In all areas where moisture readings are more than 29%, consideration should be given to the removal of the stucco system to allow the assessment and repair of the damaged substrate and affected structural members. Data has shown that when moisture levels are above 29%, there is frequently damaged substrate, if not at the exact probe location, in the adjacent sheathing and/or framing. It is believed that most damage can be repaired, and proper remediation with ongoing maintenance should prevent future moisture intrusion. Occasionally moisture readings will indicate “acceptable” levels, however, upon probing; the substrate is soft or will offer little or no resistance. This may be an indication of “dry rot”, a condition that can occur when wood is exposed to excessive moisture over an extended period and the wood fibers have decayed to the point that the wood can no longer hold moisture. When this condition is discovered the stucco system should be removed to allow the inspection and repair of the damaged substrate and affected structural members.

21% to 29% Readings

In areas of the system where moisture readings are between 21% and 29% and probing has indicated that the substrate was in sound condition, although some moisture penetration has occurred, it is believed that through proper remediation, containment and isolation of points of moisture entry, would allow the previous effects of moisture to dry, producing no negative impact to the structure.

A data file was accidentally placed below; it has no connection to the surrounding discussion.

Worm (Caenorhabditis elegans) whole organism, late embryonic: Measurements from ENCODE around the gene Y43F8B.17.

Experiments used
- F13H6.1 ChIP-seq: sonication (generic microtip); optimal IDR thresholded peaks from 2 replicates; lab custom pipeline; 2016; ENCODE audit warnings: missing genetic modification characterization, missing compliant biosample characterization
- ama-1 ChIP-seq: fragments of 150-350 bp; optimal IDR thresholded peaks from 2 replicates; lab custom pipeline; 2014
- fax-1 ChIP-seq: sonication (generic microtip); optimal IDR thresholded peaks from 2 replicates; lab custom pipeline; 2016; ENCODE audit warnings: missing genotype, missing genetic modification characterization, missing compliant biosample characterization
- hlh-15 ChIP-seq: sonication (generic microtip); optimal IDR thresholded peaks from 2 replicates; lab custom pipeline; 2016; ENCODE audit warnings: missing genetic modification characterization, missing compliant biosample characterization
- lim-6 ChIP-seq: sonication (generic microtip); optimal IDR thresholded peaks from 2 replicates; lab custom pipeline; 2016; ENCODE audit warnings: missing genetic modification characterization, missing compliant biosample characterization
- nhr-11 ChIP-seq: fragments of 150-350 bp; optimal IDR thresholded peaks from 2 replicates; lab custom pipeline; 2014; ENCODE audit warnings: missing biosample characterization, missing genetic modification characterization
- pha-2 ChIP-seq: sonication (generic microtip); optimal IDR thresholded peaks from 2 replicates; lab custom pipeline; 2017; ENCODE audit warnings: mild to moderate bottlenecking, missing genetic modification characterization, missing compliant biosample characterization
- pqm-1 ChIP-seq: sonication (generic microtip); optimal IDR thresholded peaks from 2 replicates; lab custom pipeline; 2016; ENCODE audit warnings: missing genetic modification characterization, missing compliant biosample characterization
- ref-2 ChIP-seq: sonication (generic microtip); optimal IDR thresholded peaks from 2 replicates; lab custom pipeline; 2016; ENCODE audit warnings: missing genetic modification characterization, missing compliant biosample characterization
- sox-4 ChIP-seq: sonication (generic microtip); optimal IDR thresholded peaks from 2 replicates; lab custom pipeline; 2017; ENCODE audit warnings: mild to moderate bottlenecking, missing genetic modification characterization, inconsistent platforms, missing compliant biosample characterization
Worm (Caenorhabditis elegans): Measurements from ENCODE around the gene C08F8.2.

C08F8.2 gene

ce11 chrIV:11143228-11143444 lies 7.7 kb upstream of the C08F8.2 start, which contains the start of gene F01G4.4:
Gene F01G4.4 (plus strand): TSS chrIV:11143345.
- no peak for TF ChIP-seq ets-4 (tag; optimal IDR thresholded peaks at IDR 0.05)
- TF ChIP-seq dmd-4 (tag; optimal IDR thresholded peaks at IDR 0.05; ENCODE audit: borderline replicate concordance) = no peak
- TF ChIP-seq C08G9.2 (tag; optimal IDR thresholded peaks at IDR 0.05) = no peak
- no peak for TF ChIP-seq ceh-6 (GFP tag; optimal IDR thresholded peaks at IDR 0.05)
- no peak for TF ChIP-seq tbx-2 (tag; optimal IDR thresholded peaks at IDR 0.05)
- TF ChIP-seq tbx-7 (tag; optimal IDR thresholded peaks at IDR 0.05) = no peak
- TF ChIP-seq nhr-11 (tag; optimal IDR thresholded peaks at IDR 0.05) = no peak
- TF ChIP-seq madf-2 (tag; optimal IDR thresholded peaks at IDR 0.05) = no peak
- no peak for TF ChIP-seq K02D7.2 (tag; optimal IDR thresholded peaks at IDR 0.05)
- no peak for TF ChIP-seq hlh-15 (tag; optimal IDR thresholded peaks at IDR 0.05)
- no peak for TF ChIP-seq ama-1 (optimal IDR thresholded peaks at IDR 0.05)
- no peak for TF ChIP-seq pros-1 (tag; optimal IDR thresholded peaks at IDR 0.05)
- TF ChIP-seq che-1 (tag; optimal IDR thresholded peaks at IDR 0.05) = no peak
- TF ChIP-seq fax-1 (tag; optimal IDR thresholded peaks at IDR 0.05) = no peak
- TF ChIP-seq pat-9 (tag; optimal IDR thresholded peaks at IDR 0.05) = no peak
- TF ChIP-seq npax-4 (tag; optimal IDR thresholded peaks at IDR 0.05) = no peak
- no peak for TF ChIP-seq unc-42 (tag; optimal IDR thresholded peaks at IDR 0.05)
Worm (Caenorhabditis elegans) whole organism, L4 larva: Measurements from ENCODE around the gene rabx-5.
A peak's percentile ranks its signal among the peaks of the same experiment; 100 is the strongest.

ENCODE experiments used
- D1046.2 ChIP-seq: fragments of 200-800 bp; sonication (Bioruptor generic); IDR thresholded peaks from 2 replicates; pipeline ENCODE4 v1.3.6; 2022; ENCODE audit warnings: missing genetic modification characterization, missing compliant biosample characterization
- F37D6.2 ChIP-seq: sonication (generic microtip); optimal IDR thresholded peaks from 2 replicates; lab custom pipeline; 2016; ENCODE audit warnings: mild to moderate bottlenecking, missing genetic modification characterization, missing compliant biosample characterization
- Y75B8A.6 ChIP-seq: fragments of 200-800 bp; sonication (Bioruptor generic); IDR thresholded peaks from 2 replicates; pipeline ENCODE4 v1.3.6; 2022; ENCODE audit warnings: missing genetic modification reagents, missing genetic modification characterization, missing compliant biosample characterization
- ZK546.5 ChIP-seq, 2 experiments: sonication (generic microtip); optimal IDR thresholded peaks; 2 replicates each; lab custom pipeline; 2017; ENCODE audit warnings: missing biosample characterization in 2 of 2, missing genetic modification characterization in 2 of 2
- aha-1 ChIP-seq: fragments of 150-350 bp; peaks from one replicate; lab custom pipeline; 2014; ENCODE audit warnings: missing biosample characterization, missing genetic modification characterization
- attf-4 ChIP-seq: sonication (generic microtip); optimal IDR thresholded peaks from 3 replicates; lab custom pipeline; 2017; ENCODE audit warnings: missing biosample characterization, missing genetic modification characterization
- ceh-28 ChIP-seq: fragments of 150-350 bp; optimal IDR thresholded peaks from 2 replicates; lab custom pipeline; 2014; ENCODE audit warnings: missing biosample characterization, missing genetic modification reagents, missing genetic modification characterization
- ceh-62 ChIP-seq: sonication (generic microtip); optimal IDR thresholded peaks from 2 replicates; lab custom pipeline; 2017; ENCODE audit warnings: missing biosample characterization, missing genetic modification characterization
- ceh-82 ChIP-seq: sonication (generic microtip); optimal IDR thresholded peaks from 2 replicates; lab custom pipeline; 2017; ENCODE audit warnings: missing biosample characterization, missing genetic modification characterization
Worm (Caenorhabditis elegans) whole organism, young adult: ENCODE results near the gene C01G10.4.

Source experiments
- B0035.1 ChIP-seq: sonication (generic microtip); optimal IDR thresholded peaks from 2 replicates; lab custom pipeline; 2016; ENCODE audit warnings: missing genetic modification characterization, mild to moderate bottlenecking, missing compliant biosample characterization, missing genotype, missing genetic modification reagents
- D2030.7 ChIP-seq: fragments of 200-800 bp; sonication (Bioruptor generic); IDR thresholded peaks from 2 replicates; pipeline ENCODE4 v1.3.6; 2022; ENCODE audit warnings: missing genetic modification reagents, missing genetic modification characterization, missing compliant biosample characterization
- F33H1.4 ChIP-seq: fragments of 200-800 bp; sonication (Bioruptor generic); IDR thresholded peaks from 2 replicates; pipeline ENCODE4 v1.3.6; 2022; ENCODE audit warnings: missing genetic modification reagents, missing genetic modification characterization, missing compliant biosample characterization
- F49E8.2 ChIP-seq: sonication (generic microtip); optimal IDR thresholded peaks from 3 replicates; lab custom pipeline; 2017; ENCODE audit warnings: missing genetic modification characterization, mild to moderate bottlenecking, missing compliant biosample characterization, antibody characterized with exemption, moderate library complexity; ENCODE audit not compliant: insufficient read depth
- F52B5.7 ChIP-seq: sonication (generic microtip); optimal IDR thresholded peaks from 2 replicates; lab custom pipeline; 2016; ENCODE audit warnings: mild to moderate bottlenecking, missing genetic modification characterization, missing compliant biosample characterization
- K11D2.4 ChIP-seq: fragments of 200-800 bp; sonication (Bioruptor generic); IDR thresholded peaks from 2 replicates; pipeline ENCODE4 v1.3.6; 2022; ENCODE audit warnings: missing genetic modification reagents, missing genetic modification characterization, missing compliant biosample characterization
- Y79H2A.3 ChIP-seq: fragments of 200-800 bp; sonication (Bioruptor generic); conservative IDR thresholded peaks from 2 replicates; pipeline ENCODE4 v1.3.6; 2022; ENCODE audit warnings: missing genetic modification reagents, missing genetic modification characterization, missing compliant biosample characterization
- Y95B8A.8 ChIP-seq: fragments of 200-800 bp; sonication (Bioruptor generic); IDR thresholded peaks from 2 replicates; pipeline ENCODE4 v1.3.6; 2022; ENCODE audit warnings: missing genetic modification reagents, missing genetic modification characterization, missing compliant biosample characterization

21% and below

Areas of the system where moisture readings are below 21% or where readings are not recorded should be acceptable. All penetrations made by the survey professional to facilitate moisture readings will be sealed using an approved sealant that conforms to ASTM C-920. The survey professional will attempt to match the color of the caulk used with the color of the stucco wall.

Upon completion of the inspection, all data compiled will be evaluated and transposed into a report that will detail an evaluation of any problems observed as related to the overall performance of the stucco system. This report will include, but not be limited to:

  • Narrative report with description of problem and, if appropriate, recommended solutions
  • Photo Log
  • Location photos, overlaid with moisture readings.

It should be noted these inspection protocols when combined, are designed to completely and accurately determine the condition of the stucco system. In our opinion, anything less will not give an accurate or reliable overview of the condition of the stucco system.